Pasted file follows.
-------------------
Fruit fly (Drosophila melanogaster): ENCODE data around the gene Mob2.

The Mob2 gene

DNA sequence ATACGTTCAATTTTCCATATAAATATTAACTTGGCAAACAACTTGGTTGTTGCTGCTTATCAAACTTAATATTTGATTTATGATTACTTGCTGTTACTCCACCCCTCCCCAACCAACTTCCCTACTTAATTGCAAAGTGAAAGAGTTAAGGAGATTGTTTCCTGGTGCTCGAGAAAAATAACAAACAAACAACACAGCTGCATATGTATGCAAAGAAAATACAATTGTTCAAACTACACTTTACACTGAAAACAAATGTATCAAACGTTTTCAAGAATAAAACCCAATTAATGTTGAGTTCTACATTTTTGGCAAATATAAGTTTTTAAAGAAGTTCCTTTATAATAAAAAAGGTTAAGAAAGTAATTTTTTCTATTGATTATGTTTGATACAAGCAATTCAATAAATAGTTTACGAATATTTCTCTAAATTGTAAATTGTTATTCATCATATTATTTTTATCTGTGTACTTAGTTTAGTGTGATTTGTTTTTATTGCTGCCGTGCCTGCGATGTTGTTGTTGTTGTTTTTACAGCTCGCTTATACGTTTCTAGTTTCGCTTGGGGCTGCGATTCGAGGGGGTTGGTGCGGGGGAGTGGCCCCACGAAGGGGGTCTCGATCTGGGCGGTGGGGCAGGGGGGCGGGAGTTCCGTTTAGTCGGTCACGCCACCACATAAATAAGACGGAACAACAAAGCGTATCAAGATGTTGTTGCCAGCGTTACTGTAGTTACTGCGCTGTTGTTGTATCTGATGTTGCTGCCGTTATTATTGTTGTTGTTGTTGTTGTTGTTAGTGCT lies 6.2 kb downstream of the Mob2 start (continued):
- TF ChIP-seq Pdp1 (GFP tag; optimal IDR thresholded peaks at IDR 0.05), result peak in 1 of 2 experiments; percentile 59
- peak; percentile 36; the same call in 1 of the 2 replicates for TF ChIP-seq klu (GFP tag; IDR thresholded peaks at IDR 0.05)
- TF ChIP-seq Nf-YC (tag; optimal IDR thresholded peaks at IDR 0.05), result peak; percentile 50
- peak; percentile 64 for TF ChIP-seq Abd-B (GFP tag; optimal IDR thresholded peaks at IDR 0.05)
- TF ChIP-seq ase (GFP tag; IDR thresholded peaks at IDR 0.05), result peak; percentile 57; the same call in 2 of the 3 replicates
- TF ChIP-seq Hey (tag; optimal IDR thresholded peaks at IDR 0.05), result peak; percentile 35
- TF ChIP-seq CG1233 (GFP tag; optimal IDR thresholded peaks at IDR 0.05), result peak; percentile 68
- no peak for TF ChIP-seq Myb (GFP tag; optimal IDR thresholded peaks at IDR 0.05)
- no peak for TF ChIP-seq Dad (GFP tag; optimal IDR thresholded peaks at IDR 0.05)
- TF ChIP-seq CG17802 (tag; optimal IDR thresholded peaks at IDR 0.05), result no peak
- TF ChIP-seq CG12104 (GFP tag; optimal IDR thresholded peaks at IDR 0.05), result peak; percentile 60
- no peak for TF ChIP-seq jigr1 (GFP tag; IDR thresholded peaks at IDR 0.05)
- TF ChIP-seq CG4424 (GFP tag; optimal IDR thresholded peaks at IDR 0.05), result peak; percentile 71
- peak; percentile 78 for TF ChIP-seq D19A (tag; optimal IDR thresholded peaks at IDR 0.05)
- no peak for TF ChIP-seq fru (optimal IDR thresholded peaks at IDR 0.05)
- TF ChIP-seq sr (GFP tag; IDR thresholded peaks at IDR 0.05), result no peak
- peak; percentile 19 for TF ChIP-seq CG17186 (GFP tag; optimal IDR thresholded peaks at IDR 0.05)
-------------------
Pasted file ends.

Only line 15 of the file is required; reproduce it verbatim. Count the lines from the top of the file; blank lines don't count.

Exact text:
- no peak for TF ChIP-seq jigr1 (GFP tag; IDR thresholded peaks at IDR 0.05)